At 366 lbstopped off, the DR certainly isn’t a lightweight, but compared to the Kawi’s fearsome 432 lbs it seems much lighter. The Kawi holds almost twice as much fuel, but even without gas there’s still an additional 50 lbs. It makes the biggest difference in the dirt. It’s like having a sack of dog food strapped to the luggage rack (which you couldn’t do on the DR since it doesn’t have one) and makes dealing with inconsistent terrain and traction a chore. It’s no surprise that our testers with less off-road experience favored the ‘Zook. Seat heights are comparable at 35 inches, but the Kawi feels lower because the seat and suspension settle more with a rider aboard.
Both bikes have five-speed transmissions and comparing shifting is a wash. Each moves through the cogs fairly cleanly and without hassle, but fast gear pounding isn’t appreciated. Finding neutral is simple on both. The only thing we noticed was that the Suzuki had a little better feel at the clutch lever.
There is no wind protection whatsoever on the DR. Go fast, get blown around; it’s that simple. That might be fun if we weren’t talking about motorcycles here, but longer stints on the highway had us looking for a reason to stop and switch bikes. Not only does the Kawi have plenty of bodywork to run interference, but the DR carries on Suzuki’s tradition of rock-hard seats.
The last time B. Madson tested a Suzuki dual-sport he crashed the beans out of a DR200. He was still willing to take the 650 into more off-road than he was with Kawasaki’s beast.
It has more zip to it, handles better in tight situations and isn’t comfortable for long rides. The DR is definitely a better ride for in-town use. Standing up on either bike isn’t much fun, but the DR is narrower between the knees and gives more reason to get up on the rubber-mounted pegs with its off-road potential. Cheap steel handlebars are the norm on both bikes, and both are placed too low for comfortable standing. The DR is more compact between the bars and pegs which put the rider in an aggressive position on their feet.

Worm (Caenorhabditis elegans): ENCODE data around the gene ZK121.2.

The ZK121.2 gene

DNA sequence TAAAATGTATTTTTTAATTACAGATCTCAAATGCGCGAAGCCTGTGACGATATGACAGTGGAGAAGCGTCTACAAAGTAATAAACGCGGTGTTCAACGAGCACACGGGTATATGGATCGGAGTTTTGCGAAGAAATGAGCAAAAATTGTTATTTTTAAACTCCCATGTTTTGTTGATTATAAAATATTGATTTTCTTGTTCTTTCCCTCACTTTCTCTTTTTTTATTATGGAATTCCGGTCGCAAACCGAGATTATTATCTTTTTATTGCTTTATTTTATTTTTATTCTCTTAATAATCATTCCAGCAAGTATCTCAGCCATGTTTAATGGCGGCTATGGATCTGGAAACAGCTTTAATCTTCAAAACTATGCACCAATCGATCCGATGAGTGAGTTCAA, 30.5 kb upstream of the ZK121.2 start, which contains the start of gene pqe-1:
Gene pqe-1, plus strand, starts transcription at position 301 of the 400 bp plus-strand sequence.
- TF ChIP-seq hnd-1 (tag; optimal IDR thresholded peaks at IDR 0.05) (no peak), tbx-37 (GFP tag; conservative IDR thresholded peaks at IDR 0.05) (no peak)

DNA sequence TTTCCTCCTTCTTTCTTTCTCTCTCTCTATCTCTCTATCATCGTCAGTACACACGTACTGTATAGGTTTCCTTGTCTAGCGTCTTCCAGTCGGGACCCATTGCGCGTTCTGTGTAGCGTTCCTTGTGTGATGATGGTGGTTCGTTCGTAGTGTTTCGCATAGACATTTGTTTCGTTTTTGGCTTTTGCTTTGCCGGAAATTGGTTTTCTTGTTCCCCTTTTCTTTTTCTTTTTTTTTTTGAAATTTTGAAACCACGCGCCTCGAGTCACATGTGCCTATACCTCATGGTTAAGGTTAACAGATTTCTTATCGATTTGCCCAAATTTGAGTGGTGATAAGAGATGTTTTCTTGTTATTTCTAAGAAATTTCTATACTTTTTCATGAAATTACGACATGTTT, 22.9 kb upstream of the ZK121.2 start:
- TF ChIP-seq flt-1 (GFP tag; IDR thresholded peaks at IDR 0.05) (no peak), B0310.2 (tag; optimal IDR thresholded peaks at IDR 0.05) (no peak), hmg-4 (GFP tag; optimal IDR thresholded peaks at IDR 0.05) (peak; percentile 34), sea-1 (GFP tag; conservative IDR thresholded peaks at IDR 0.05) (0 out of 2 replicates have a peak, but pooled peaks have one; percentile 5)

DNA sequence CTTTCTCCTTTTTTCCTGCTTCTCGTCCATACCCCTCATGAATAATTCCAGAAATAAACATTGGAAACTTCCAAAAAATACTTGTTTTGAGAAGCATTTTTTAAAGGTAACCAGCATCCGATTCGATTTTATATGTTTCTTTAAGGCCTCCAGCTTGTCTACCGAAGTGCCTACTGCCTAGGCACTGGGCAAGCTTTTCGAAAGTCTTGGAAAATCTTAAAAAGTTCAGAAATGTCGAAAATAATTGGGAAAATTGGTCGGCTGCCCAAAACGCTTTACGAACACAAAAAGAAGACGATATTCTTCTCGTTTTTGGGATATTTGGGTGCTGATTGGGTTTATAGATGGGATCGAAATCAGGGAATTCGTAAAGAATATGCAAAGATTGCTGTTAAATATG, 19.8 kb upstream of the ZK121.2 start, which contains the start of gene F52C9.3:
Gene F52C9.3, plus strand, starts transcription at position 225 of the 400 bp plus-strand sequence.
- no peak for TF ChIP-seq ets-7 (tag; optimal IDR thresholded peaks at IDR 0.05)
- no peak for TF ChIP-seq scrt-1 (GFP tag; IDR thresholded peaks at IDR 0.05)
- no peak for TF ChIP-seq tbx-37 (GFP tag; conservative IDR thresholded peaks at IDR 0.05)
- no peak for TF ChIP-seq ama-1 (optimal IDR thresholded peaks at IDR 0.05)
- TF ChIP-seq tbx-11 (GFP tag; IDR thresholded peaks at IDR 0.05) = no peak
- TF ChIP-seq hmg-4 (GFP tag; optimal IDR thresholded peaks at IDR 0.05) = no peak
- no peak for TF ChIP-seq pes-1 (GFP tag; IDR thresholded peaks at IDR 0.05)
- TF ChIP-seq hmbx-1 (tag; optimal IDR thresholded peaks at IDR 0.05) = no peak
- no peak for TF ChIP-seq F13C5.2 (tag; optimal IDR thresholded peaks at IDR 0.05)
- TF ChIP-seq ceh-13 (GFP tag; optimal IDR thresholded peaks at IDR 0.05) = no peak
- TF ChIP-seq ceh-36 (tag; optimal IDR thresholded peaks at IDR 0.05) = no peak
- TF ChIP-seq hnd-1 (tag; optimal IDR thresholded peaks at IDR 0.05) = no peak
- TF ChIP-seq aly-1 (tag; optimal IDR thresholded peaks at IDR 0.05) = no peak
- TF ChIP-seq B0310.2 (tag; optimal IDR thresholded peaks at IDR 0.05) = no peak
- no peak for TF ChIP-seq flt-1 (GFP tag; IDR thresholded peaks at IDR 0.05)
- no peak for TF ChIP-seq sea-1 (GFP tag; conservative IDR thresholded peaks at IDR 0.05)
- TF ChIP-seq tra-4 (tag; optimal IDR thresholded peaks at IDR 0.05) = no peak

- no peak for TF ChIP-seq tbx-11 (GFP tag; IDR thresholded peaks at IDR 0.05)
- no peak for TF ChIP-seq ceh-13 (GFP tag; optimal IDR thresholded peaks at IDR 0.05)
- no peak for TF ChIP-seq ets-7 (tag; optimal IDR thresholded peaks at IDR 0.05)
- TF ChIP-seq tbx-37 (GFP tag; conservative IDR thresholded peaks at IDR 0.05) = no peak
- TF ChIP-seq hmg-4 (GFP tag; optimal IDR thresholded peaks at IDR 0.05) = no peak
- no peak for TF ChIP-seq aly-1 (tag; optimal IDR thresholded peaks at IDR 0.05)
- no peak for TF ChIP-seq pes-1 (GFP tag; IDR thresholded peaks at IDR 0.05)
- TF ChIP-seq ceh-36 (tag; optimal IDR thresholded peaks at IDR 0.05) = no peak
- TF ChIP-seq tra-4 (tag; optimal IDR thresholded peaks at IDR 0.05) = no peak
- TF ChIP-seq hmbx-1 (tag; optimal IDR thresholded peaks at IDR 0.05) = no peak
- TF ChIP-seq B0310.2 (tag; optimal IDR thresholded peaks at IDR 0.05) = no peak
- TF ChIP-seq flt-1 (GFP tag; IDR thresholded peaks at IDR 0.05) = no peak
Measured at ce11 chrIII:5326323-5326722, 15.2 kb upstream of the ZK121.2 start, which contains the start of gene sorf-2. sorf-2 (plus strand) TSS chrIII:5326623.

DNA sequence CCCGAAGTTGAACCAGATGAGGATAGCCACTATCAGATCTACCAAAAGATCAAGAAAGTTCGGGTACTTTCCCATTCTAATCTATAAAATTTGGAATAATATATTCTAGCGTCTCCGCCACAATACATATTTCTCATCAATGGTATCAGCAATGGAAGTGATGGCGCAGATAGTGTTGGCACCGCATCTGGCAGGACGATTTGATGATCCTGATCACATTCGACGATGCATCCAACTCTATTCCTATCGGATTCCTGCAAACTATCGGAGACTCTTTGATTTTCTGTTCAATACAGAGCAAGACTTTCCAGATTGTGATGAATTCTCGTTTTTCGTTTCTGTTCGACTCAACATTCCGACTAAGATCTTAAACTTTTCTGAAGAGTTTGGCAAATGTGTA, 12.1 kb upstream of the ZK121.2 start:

Braking performance is another area where the two machines are close. A 290mm front disc and two-piston caliper made the Suzuki a definite favorite for one of our testers, but the rest of us were pretty noncommittal. The weight of the Kawasaki and its softer suspension settings lead to more pitching than on the DR. As individual components, the brakes are relatively equal, but the Suzuki stops faster due to its lighter weight.
One of the things we like so much about the Kawasaki is how cheap it is, but the Suzuki costs even less! It probably should considering there are fewer amenities, but the $5099 price tag is something we love to see. That’s about 250 bucks less than the KLR. Cheap or not, the Suzuki is a pretty darn good dual-sport bike. It definitely comes in with more dirt credentials than the Kawasaki, but that really isn’t too hard to do. As far as where it stands in the Suzuki lineup, it’s more like riding an oversized DR-Z400 than comparing to the V-Strom, and that’s something we consider a positive.
Comfort and protection
Oil sight window is helpful
Passenger handholds have multiple uses
Great electric starter